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Why residents oppose this subdivision in rural North Hall
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A 23-lot subdivision is proposed on this 26.3-acre site off Yellow Creek Road near Murrayville in North Hall. - photo by Jeff Gill

A proposed 23-lot subdivision off Yellow Creek Road is causing quite the stir for residents of this rural community outside Murrayville in North Hall.

Rochester & Associates’ request to build on 26.3-acre site at Barkers Bend Road went before the Hall County Planning Commission on Monday, Jan. 7. But the commission delayed action to give Rochester time to meet with opposition Tuesday.

The meeting with residents was held in the community, but there are still foes to the project, which is now slated to go before the planning board on Jan. 22.

“My major concern is water retention,” said Corey Black, who lives across from the property. “It’s all going to be draining in the ditches, which we already have a problem with.”

Some of the land along Yellow Creek Road is low-lying and still shows the effects of recent heavy rains.

“With (fields) leveled off (by the subdivision) and tons of gutter spouts dumping in a ditch, it’s going to be even worse,” Black said.

One of the major sticking points, though, is the subdivision’s layout. Instead of the traditional network of driveways feeding into interior roads, all the driveways will face Yellow Creek Road.

And the 1-acre lots throughout the development would be skinny, with each lot allowed to be as narrow in width as 75 feet.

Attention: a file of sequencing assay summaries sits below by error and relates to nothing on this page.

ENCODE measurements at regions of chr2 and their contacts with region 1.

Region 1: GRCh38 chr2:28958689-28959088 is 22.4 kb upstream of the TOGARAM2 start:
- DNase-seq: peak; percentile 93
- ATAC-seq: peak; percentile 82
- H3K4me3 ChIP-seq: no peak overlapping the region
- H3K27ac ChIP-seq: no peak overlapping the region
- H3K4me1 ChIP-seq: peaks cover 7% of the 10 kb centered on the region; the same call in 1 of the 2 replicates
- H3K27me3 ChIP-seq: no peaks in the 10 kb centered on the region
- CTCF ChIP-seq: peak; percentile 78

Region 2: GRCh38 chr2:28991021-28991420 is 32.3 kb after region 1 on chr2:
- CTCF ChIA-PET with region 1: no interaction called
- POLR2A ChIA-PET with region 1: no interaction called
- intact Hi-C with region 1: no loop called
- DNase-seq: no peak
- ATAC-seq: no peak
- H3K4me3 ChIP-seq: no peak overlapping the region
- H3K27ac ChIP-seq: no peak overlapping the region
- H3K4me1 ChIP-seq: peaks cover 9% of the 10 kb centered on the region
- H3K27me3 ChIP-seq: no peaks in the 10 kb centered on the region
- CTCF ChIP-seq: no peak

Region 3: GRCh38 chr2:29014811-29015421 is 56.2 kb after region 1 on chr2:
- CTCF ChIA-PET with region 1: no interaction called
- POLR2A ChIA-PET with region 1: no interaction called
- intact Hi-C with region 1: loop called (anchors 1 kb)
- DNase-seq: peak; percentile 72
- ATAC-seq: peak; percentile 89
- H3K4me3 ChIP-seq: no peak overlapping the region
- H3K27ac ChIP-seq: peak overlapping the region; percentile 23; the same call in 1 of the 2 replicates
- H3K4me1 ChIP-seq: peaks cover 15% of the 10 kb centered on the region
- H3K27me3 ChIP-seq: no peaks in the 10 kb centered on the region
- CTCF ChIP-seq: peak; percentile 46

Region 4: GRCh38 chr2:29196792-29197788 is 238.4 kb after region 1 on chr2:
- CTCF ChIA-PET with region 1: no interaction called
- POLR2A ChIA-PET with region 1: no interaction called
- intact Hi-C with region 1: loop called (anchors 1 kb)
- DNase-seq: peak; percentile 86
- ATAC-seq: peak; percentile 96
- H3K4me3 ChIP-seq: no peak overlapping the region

“We’re concerned about the traffic situation,” said longtime resident Ed Rider. “Basically, there’s one road that leads in and out of (the community).”

Plus, the housing layout doesn’t fit the area, said Rider, who owns 14 acres.

“It’s a different lifestyle out here,” Rider said. “We live in the country. We have deer and turkey running everywhere.”

Greg Rutledge, who helped facilitate the Tuesday meeting between residents and Rochester, said residents favor a neighborhood with “sidewalks, larger houses (than proposed) and architectural controls … that make it fit more with the rural ambience.”

“We recognize that growth is inevitable,” he said. “We’re not against growth. We’re against this plan.”

Brian Rochester, executive vice president of the Gainesville engineering firm, said the traditional subdivision plan residents are suggesting “would be a complete change.”

“It’s definitely something we’ll look at,” he said. “But my concern is when you start building interior roads, we need more density to make it able to make economic sense. I don’t think (residents) are wanting more density.”

“Hopefully, we get a lot closer when we work through this process,” Rochester added. “I told them there’s definitely some things we can agree with and there’s probably going to be some things we won’t be able to agree with. That’s OK, too. That’s just part of how the process works.”

For one thing, Rochester told the planning board that joint driveways are possible.

Hall County’s planning staff has recommended approval of the request, with conditions, including that homes be built on site, as opposed to trailers or homes built off site and moved to the property.

The Planning Commission’s recommendation on Jan. 22 will go to the Hall County Board of Commissioners, which would hold a public hearing and take final action.

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